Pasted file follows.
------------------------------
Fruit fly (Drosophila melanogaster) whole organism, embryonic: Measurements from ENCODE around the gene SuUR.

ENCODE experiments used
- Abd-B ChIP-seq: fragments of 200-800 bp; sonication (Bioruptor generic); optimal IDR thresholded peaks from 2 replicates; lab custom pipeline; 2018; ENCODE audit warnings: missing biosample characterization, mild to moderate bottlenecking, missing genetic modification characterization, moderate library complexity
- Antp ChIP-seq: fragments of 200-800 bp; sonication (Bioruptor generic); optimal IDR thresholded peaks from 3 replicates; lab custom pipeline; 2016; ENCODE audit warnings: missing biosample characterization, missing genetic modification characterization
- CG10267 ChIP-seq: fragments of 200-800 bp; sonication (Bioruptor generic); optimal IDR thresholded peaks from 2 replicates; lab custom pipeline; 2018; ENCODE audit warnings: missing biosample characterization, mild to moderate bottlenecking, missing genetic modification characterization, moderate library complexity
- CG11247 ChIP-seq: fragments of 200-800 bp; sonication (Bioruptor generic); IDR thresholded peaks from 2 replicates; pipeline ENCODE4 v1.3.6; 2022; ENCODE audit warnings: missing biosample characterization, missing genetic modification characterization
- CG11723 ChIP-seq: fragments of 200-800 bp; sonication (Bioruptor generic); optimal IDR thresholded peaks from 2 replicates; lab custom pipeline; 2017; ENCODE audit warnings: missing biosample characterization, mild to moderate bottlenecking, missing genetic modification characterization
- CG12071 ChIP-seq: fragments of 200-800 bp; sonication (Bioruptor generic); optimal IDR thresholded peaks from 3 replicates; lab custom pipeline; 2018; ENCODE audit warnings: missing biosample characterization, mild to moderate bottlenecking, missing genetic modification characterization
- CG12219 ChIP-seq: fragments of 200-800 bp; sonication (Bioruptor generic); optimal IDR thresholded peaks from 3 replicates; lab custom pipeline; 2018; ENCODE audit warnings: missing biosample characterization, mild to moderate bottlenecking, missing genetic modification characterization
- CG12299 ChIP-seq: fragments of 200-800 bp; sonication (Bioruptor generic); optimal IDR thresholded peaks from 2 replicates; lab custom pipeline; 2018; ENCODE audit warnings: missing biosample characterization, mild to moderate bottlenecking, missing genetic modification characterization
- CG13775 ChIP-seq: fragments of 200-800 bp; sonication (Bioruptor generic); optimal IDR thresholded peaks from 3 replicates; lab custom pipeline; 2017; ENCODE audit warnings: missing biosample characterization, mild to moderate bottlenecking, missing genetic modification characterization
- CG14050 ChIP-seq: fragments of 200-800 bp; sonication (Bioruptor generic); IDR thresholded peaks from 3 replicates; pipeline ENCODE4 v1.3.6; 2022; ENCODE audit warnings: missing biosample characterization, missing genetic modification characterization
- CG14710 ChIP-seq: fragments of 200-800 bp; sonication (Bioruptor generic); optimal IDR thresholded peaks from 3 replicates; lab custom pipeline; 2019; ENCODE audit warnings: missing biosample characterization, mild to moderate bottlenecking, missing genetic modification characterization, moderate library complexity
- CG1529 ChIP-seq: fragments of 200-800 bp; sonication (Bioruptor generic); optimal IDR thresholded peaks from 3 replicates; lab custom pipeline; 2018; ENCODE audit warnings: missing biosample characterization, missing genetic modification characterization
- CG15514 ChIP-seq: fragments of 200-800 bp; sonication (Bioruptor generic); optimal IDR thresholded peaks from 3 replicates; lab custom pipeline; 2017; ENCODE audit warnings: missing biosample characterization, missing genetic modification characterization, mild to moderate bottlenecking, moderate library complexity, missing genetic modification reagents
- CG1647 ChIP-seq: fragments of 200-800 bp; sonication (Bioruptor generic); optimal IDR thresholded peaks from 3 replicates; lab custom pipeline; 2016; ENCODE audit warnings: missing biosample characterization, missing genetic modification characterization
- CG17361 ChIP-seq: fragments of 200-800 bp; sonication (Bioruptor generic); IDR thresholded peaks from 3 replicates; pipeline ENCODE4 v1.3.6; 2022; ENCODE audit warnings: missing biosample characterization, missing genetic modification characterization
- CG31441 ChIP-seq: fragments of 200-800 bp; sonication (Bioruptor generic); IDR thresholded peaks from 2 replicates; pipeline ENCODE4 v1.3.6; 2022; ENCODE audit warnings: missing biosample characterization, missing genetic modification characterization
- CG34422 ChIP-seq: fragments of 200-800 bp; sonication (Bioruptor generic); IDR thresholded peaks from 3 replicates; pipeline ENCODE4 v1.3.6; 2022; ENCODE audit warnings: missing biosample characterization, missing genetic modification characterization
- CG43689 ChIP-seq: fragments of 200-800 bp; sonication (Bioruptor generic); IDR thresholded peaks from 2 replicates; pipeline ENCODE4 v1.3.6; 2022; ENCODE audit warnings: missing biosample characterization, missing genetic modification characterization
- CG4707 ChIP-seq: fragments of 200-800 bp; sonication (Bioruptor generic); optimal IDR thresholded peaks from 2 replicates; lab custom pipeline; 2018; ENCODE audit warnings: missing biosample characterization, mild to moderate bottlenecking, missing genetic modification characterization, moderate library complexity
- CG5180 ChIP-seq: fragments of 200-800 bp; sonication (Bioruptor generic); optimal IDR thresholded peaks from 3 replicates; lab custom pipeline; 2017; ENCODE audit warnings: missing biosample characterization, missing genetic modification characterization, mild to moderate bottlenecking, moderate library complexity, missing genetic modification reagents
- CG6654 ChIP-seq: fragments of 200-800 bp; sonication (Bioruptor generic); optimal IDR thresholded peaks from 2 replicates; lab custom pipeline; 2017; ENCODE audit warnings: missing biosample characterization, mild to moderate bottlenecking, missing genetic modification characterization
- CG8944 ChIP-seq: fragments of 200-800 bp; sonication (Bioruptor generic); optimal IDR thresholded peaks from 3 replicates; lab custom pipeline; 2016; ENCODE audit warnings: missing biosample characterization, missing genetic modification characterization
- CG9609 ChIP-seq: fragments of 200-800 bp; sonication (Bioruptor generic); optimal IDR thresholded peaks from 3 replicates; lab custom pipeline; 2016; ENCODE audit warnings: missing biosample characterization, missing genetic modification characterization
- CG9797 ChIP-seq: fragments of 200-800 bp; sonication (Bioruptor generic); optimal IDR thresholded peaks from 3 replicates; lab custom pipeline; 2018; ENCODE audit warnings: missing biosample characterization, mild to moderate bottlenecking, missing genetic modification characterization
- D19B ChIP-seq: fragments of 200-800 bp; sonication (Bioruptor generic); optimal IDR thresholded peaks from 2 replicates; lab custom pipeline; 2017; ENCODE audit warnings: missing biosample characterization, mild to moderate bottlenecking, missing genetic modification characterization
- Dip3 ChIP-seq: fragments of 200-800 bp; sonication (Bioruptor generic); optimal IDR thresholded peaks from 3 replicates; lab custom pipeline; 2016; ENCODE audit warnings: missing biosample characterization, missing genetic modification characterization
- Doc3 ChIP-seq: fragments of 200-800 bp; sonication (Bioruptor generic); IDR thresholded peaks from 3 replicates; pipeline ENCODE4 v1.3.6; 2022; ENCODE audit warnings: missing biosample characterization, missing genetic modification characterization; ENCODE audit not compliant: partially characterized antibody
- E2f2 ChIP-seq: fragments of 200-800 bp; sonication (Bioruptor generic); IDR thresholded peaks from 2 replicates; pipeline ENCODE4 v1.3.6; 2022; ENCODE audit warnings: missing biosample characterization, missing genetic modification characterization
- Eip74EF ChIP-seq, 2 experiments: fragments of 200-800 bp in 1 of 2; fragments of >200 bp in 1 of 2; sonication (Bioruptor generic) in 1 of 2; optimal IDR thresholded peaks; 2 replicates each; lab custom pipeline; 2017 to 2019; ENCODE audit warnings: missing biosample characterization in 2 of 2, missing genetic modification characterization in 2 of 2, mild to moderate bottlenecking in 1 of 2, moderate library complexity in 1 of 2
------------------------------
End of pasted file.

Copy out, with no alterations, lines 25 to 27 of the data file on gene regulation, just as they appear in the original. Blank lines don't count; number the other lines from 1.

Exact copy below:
- CG9609 ChIP-seq: fragments of 200-800 bp; sonication (Bioruptor generic); optimal IDR thresholded peaks from 3 replicates; lab custom pipeline; 2016; ENCODE audit warnings: missing biosample characterization, missing genetic modification characterization
- CG9797 ChIP-seq: fragments of 200-800 bp; sonication (Bioruptor generic); optimal IDR thresholded peaks from 3 replicates; lab custom pipeline; 2018; ENCODE audit warnings: missing biosample characterization, mild to moderate bottlenecking, missing genetic modification characterization
- D19B ChIP-seq: fragments of 200-800 bp; sonication (Bioruptor generic); optimal IDR thresholded peaks from 2 replicates; lab custom pipeline; 2017; ENCODE audit warnings: missing biosample characterization, mild to moderate bottlenecking, missing genetic modification characterization